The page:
Last May, the WNBA announced that they would be hiring former, Deloitte CEO, Cathy Engelbert, as the league’s first Commissioner and replaced former President Lisa Borders. Borders step down to become the first-ever President and CEO of Time’s Up on October 2, 2018, according to WNBA.com.
Engelbert would take her new position on May 24, 2019, shortly after the 2019-20 season started.
“Cathy is a world-class business leader with a deep connection to women’s basketball, which makes her the ideal person to lead the WNBA into its next phase of growth,” Silver said, via CBS Sports. “The WNBA will benefit significantly from her more than 30 years of business and operational experience, including revenue generation, sharp entrepreneurial instincts, and proven management abilities.”
Engelbert believed that she was taking over at a very important time since the league was announced back in 1996.
“It is an absolute privilege to be joining the WNBA at such an exciting and important time in its history,” Engelbert said. “I see tremendous opportunity to bolster visibility for the sport of women’s basketball, empower the players, and enhance fan engagement. I look forward to using my business expertise and passion for basketball to promote women in the game and beyond, and to working with the teams and world-class athletes to help grow this league into a thriving business.”
Las Vegas Aces Forward A’Ja Wilson Weighs-in on Engelbert
Las Vegas Aces third-year forward A’ja Wilson shared with me that new WNBA Commissioner Cathy Engelbert has been open to players’ ideas. After Wilson took part in the Mountain Dew sponsored event Courtside Studios, revealed her interaction with Engelbert every time she is in New York City.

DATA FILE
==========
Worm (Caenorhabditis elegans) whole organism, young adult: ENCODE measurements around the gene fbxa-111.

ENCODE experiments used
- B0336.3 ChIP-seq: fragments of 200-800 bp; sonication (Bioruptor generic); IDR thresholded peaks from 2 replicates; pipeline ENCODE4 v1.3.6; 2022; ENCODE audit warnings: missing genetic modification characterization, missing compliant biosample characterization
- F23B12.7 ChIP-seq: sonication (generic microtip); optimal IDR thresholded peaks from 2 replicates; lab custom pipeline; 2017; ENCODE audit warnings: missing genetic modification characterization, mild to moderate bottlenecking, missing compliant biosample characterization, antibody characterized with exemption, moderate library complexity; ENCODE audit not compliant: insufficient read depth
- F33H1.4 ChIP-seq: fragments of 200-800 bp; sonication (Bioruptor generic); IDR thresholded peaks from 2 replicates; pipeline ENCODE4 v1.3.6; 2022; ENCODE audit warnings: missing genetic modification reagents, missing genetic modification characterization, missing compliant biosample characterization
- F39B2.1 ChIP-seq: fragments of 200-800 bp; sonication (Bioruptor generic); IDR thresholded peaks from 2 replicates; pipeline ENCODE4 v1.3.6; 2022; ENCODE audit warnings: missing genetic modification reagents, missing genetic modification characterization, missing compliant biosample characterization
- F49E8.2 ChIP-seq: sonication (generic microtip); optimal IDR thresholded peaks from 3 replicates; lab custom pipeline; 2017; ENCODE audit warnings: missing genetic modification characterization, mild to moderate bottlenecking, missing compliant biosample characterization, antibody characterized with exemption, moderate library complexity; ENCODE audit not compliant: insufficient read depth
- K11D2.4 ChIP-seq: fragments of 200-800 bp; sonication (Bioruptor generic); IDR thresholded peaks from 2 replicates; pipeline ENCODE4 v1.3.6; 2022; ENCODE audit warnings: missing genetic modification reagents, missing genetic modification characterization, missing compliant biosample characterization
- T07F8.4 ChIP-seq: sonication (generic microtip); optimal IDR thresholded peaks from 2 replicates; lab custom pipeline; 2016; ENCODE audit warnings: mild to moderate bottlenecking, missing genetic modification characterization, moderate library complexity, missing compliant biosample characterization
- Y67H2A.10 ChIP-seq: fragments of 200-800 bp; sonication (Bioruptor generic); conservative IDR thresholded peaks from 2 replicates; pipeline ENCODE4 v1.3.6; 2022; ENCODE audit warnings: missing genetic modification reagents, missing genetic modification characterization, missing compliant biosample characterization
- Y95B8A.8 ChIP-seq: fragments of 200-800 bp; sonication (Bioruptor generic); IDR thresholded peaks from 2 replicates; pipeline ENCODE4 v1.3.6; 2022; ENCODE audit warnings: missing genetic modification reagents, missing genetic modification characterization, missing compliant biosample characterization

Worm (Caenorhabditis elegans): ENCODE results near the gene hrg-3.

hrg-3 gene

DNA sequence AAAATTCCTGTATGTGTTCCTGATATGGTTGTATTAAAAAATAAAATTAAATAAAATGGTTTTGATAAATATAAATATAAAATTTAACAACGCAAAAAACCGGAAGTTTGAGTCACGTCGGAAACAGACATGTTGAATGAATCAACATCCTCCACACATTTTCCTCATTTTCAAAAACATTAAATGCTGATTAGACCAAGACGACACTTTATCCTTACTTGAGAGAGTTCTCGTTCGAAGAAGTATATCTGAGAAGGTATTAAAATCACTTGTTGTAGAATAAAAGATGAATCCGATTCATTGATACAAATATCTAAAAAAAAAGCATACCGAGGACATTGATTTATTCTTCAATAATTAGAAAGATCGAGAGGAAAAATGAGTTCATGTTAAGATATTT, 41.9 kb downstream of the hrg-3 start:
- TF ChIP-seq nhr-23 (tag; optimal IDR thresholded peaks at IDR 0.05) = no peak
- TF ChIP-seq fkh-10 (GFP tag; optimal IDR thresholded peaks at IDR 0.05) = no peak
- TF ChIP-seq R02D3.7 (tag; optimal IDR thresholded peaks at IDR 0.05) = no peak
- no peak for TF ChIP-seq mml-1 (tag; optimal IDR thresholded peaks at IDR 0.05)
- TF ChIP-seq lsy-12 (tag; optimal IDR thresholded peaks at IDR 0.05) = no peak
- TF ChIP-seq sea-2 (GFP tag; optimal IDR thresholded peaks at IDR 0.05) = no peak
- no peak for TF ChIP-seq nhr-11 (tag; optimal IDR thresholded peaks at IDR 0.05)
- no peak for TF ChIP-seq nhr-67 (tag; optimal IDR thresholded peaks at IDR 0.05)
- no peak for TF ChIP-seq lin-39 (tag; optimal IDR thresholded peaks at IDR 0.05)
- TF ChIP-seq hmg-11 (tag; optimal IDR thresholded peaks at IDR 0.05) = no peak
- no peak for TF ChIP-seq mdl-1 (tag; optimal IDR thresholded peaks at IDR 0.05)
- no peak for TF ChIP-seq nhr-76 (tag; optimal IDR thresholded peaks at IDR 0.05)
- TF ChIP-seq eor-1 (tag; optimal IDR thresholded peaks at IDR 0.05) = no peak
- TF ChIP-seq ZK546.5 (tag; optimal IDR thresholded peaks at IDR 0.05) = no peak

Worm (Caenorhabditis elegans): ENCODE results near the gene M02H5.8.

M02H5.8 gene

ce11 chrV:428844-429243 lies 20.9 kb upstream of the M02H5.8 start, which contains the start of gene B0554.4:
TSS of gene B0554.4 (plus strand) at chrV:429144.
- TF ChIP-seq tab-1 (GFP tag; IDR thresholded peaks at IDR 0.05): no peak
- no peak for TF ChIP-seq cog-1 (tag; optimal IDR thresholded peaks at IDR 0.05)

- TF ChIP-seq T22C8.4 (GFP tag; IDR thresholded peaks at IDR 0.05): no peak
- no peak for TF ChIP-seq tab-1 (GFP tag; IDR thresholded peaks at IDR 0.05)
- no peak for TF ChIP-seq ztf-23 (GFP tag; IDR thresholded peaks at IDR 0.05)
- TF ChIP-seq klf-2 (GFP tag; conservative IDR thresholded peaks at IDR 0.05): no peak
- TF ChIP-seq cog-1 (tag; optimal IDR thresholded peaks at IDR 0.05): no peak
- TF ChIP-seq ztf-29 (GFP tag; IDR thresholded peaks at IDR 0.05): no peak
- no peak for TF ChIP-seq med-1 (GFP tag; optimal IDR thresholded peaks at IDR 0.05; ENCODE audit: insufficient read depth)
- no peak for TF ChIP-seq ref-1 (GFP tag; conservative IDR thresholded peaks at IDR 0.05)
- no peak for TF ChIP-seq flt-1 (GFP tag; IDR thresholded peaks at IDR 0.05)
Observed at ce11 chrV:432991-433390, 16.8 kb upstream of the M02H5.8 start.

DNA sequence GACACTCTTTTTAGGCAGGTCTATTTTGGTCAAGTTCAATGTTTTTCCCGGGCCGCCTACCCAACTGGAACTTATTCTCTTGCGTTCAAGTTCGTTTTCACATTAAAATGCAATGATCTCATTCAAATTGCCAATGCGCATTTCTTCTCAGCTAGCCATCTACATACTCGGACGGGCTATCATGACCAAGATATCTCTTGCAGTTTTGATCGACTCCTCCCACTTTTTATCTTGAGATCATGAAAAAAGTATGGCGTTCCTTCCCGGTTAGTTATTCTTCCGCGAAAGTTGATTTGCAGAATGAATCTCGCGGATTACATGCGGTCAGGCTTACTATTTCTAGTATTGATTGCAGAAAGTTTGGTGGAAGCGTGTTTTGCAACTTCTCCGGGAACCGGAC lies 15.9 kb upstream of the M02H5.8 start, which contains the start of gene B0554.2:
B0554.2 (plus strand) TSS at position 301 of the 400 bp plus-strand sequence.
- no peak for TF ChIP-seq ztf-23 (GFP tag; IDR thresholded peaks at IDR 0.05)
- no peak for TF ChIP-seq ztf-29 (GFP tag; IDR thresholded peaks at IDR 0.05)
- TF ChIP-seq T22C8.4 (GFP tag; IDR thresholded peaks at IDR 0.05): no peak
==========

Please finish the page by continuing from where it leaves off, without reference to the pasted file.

“She is a lot of fun and she is really open to all of our ideas. I feel like every time I go to New York, I can’t get out of there without talking to her and I think that’s key,” said Wilson. “In as how we grow because she wants to hear us out and wants to understand what is going on within our teams. I’m not a player rep on our team, but I do of course have a lot of things on my mind and give me the opportunity to talk to her from a ‘me’ standpoint more, so than a rep standpoint.”
On Wednesday [February 19, 2020], Engelbert was interviewed by Aaron Elstein of crainsnewyork.com. During their chat, Engelbert was asked what is she looking to achieve in her new role.
“I have a vision to transform the way corporate sponsors look at women’s sports. Less than 5% of corporate sponsorship money goes to women’s sports and less than 5% of media coverage,” Engelbert said. “My goal is to get both up to 10%. That will improve the player experience, fan engagement—and all tides will rise.”
Elstein followed that question with how she planned on getting more sponsors and coverage if the game were more popular?
“That’s the challenge. We have great assets in our dynamic, elite players. The women’s World Cup in soccer happens only every four years, but the WNBA plays every year, so we have an opportunity to capitalize on the moment and momentum in women’s sports generally. The league will take a break in July so our best players can go to the Olympics. I think that exposure will be great for the game.”